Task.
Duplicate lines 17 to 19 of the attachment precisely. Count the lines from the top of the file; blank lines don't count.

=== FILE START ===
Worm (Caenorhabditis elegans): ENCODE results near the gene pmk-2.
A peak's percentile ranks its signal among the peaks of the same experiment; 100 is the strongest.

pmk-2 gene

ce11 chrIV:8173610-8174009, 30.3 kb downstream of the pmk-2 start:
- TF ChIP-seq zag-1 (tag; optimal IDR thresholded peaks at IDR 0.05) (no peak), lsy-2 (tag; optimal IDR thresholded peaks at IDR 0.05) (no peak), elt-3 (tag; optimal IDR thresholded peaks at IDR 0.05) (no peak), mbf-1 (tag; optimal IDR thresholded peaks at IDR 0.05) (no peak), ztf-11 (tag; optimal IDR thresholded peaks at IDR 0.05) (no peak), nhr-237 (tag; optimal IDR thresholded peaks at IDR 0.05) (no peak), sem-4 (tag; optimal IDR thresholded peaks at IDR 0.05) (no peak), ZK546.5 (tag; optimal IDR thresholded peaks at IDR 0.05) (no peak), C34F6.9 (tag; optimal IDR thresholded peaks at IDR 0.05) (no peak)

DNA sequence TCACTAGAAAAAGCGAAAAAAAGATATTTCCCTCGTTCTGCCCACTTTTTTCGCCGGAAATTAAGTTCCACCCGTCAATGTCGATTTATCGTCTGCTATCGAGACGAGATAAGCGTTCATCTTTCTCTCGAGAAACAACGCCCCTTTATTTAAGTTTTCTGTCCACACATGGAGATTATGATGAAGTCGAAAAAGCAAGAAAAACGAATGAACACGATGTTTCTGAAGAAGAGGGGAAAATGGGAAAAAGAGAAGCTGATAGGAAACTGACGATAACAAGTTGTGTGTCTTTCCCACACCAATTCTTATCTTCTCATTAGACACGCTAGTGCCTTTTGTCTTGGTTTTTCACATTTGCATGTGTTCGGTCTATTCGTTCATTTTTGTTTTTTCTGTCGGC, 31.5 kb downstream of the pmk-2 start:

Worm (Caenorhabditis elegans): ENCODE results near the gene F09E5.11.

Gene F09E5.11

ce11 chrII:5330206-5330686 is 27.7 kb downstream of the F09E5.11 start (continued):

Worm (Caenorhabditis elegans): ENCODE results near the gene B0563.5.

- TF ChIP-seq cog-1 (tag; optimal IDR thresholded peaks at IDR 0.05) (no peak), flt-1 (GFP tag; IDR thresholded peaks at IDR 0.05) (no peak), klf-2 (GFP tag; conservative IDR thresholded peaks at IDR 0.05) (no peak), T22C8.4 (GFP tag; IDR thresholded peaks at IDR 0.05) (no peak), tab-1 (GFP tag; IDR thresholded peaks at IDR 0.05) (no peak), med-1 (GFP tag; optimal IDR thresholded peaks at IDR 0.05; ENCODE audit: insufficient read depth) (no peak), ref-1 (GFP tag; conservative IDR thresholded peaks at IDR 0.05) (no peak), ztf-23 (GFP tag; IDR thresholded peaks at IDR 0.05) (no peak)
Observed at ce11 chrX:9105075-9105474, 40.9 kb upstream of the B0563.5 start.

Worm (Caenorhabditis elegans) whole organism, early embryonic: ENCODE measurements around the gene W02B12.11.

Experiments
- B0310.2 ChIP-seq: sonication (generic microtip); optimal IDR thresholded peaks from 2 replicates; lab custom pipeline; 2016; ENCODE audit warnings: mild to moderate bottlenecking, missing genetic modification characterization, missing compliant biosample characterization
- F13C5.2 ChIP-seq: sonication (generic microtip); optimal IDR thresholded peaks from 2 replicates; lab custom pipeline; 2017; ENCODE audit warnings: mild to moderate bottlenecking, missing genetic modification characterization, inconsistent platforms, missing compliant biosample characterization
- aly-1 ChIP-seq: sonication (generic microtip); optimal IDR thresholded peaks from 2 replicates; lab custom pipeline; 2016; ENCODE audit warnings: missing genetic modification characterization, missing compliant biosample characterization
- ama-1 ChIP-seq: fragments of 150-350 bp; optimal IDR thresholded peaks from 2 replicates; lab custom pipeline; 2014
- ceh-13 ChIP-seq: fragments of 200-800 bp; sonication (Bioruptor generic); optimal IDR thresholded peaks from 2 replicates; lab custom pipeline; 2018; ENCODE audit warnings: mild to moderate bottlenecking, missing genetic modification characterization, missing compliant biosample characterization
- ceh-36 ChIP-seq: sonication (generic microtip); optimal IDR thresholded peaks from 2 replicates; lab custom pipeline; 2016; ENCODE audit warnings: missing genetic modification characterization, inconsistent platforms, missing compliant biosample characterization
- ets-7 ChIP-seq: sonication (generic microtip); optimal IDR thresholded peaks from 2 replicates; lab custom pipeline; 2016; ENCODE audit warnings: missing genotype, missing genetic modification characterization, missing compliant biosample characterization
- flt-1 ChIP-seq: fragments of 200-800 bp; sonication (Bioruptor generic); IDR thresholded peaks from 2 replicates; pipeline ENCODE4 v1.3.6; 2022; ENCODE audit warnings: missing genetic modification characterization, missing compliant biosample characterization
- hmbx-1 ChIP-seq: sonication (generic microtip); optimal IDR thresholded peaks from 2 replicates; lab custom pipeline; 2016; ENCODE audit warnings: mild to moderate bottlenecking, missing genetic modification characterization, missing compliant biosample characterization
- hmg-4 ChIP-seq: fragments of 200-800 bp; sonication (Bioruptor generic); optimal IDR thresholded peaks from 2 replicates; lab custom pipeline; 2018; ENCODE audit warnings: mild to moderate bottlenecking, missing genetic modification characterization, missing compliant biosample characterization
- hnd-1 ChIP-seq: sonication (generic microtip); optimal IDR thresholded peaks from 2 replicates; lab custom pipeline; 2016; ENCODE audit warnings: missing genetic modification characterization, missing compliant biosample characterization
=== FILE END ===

- aly-1 ChIP-seq: sonication (generic microtip); optimal IDR thresholded peaks from 2 replicates; lab custom pipeline; 2016; ENCODE audit warnings: missing genetic modification characterization, missing compliant biosample characterization
- ama-1 ChIP-seq: fragments of 150-350 bp; optimal IDR thresholded peaks from 2 replicates; lab custom pipeline; 2014
- ceh-13 ChIP-seq: fragments of 200-800 bp; sonication (Bioruptor generic); optimal IDR thresholded peaks from 2 replicates; lab custom pipeline; 2018; ENCODE audit warnings: mild to moderate bottlenecking, missing genetic modification characterization, missing compliant biosample characterization